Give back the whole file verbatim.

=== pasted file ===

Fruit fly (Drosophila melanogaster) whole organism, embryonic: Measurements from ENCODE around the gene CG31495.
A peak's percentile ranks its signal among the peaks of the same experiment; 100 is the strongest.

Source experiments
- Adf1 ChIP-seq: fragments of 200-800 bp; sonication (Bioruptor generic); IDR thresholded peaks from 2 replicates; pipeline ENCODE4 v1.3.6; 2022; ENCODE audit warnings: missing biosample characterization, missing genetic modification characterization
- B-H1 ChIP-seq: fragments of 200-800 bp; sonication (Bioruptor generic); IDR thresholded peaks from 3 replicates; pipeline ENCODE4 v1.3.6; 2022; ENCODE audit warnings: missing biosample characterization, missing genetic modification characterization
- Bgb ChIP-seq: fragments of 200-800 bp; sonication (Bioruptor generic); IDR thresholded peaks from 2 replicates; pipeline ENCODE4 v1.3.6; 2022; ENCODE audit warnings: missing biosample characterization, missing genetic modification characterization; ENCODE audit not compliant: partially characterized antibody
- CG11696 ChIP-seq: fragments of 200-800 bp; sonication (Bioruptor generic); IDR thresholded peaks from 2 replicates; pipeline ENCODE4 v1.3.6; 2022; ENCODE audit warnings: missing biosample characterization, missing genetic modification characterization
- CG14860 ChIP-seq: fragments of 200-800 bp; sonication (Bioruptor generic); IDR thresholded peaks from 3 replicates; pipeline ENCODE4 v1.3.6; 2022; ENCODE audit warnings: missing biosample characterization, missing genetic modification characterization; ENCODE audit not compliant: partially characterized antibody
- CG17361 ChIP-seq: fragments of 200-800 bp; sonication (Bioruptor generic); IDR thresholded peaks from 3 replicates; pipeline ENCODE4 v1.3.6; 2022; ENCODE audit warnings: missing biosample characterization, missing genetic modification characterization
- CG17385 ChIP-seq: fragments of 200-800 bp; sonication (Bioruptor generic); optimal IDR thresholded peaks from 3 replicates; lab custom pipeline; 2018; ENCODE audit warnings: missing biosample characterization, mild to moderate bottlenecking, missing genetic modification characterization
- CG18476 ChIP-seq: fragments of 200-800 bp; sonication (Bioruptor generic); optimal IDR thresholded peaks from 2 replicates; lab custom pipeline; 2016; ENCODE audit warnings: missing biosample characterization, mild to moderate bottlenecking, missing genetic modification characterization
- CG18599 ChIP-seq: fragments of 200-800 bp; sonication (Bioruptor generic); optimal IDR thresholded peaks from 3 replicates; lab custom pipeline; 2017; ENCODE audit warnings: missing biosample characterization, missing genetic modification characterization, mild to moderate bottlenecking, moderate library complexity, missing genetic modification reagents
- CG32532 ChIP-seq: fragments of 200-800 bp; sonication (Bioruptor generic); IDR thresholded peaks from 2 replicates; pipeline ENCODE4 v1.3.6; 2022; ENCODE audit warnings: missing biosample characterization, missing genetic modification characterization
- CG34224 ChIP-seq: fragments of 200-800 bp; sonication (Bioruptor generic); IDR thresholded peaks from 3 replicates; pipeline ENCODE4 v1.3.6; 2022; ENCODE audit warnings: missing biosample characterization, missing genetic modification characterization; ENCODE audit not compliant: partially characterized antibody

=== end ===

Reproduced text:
Fruit fly (Drosophila melanogaster) whole organism, embryonic: Measurements from ENCODE around the gene CG31495.
A peak's percentile ranks its signal among the peaks of the same experiment; 100 is the strongest.

Source experiments
- Adf1 ChIP-seq: fragments of 200-800 bp; sonication (Bioruptor generic); IDR thresholded peaks from 2 replicates; pipeline ENCODE4 v1.3.6; 2022; ENCODE audit warnings: missing biosample characterization, missing genetic modification characterization
- B-H1 ChIP-seq: fragments of 200-800 bp; sonication (Bioruptor generic); IDR thresholded peaks from 3 replicates; pipeline ENCODE4 v1.3.6; 2022; ENCODE audit warnings: missing biosample characterization, missing genetic modification characterization
- Bgb ChIP-seq: fragments of 200-800 bp; sonication (Bioruptor generic); IDR thresholded peaks from 2 replicates; pipeline ENCODE4 v1.3.6; 2022; ENCODE audit warnings: missing biosample characterization, missing genetic modification characterization; ENCODE audit not compliant: partially characterized antibody
- CG11696 ChIP-seq: fragments of 200-800 bp; sonication (Bioruptor generic); IDR thresholded peaks from 2 replicates; pipeline ENCODE4 v1.3.6; 2022; ENCODE audit warnings: missing biosample characterization, missing genetic modification characterization
- CG14860 ChIP-seq: fragments of 200-800 bp; sonication (Bioruptor generic); IDR thresholded peaks from 3 replicates; pipeline ENCODE4 v1.3.6; 2022; ENCODE audit warnings: missing biosample characterization, missing genetic modification characterization; ENCODE audit not compliant: partially characterized antibody
- CG17361 ChIP-seq: fragments of 200-800 bp; sonication (Bioruptor generic); IDR thresholded peaks from 3 replicates; pipeline ENCODE4 v1.3.6; 2022; ENCODE audit warnings: missing biosample characterization, missing genetic modification characterization
- CG17385 ChIP-seq: fragments of 200-800 bp; sonication (Bioruptor generic); optimal IDR thresholded peaks from 3 replicates; lab custom pipeline; 2018; ENCODE audit warnings: missing biosample characterization, mild to moderate bottlenecking, missing genetic modification characterization
- CG18476 ChIP-seq: fragments of 200-800 bp; sonication (Bioruptor generic); optimal IDR thresholded peaks from 2 replicates; lab custom pipeline; 2016; ENCODE audit warnings: missing biosample characterization, mild to moderate bottlenecking, missing genetic modification characterization
- CG18599 ChIP-seq: fragments of 200-800 bp; sonication (Bioruptor generic); optimal IDR thresholded peaks from 3 replicates; lab custom pipeline; 2017; ENCODE audit warnings: missing biosample characterization, missing genetic modification characterization, mild to moderate bottlenecking, moderate library complexity, missing genetic modification reagents
- CG32532 ChIP-seq: fragments of 200-800 bp; sonication (Bioruptor generic); IDR thresholded peaks from 2 replicates; pipeline ENCODE4 v1.3.6; 2022; ENCODE audit warnings: missing biosample characterization, missing genetic modification characterization
- CG34224 ChIP-seq: fragments of 200-800 bp; sonication (Bioruptor generic); IDR thresholded peaks from 3 replicates; pipeline ENCODE4 v1.3.6; 2022; ENCODE audit warnings: missing biosample characterization, missing genetic modification characterization; ENCODE audit not compliant: partially characterized antibody